Ping An and China Life expected to report improved profits for 2017
But analysts are awaiting further news on Ping An’s proposed spin offs of Lufax and Good Doctor
China’s top two insurance companies are expected to report significantly higher profit when they announce full-year results this week.
Ping An Insurance (Group), the country’s second largest insurer in terms of premium, is expected to report a 22 per cent profit increase for 2017 on Tuesday, even as it pushes ahead with fintech and spin-off plans of its Ping An Healthcare and Technology or Good Doctor, and online wealth management platform Lufax, according to brokers.
China Life Insurance, the nation’s largest insurer, is expected to post a 68 per cent jump in profit for 2017, according to analysts’ estimates.
China’s plan to combine its banking and insurance regulators – China Banking Regulatory Commission and China Insurance Regulatory Commission – will strengthen regulatory oversight and benefit Ping An and China Life, according to a Credit Suisse report.
Ping An Insurance is expected to report a net profit of 76.25 billion yuan (US$12 billion) for 2017, from 62.4 billion yuan a year earlier, according to a consensus of analysts’ estimates polled by Bloomberg.
“Ping An’s result is expected to be good due to the sales of more policies and its fintech developments,” said Louis Tse Ming-kwong, managing director of VC Wealth Management.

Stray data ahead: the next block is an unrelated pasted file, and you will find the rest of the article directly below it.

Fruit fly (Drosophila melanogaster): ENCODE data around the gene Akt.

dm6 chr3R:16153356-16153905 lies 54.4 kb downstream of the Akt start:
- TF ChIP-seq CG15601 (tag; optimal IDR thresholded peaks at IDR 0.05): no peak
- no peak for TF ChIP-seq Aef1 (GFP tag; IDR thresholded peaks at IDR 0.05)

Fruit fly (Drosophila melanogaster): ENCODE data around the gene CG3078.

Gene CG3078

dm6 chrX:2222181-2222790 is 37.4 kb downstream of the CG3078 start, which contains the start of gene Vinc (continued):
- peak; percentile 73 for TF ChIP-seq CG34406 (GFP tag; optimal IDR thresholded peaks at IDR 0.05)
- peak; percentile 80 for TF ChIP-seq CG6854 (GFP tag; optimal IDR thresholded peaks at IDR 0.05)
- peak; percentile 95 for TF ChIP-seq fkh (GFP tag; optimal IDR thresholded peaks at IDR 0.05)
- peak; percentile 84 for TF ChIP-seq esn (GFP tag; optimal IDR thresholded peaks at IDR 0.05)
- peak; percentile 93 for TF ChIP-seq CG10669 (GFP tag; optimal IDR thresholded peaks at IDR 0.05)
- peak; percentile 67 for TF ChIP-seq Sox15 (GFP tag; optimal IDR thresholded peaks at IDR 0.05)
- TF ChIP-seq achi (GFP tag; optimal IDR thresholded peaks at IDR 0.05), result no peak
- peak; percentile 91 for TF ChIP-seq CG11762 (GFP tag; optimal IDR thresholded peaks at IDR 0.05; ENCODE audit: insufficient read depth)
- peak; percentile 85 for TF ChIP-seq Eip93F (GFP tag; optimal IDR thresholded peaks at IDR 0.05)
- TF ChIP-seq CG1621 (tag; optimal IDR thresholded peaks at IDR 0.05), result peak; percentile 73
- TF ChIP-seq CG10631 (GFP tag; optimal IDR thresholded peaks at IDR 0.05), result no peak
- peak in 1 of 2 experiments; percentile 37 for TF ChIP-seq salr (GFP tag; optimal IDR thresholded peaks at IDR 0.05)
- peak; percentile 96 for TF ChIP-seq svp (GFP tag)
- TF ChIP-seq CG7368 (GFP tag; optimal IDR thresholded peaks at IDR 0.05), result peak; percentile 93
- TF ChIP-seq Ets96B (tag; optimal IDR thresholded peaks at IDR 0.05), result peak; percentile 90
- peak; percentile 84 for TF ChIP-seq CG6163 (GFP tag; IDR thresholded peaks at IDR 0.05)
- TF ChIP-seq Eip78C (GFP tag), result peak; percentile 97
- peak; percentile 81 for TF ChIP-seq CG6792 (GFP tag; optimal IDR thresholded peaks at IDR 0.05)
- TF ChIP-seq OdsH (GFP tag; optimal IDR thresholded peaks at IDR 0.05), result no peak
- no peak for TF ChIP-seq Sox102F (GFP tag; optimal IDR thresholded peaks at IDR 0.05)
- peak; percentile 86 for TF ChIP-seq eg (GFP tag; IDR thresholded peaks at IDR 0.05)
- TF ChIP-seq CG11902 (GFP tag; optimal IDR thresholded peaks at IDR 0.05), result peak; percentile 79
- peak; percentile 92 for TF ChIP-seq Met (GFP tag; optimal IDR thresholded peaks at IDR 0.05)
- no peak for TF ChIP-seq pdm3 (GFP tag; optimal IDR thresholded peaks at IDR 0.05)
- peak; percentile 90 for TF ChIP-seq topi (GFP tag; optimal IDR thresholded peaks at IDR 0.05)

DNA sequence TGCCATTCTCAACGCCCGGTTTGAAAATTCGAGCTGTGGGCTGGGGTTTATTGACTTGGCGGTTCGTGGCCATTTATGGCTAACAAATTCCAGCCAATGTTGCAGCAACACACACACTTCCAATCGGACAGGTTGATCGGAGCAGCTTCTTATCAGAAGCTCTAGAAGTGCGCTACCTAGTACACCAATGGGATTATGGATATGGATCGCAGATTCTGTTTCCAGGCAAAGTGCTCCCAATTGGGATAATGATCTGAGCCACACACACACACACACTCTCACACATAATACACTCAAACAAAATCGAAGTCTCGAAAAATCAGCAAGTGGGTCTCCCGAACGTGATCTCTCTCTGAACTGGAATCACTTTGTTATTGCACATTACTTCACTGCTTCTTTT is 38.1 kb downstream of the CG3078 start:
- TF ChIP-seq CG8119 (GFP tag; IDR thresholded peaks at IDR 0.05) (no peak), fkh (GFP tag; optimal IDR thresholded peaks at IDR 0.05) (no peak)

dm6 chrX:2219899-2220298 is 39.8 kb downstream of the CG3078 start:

“What the market wants to know on Tuesday is not about its results, which is expected to be solid. The focus will be on the announcement on its spin-off plans,” Tse said.
On January 31, Ping An had filed to the stock exchange of Hong Kong its plans to list health care unit Good Doctor. And on January 12, the company said it planned to list Lufax, also in Hong Kong.
Ping An’s investment in online platforms for loans, wealth management, insurance, cars, real estate and health care, has turned it into an online financial powerhouse from a traditional insurer.
“The multiyear investment in tech has created significant synergies with Ping An’s core businesses [such as life, property and casualty and banking], resulting in higher return and high growth prospects for these businesses, and hence should be rewarded with higher valuation multiples. In many cases, this is already visible,” a Goldman Sachs report said.
Ping An shares closed on Friday at HK$89.65, double from a year earlier.
Meanwhile, rival China Life is expected to post a net profit of 32.09 billion yuan, up from 19.13 billion yuan a year earlier, according to analysts’ estimates polled by Bloomberg.
Profit fell 44.9 per cent year on year in 2016 because of the A-share market downturn.
China Life and six other big mainland insurers have seen their market share fall to 60 per cent from 80 per cent from 2014 to 2016, amid aggressive competition from smaller firms.
However, as the CIRC began a crack down in early 2017 on aggressive products from the smaller players, firms such as China Life, which sell more long-term protective policies, have benefited.
“Ongoing financial deleveraging should prevent irrational competition and force product mix upgrade,” according to a Citi research.
“We reiterate our view that China has reached a take-off point for life insurance, as half of the national life market has surpassed US$10,000 per-capita GDP. Developed market experiences suggest once penetration takes off, the secular trend would last for 10 plus years and there is usually also a product mix shift to health insurance,” the report added.
China Life closed at HK$23.05 on Friday, down 8.5 per cent from a year earlier.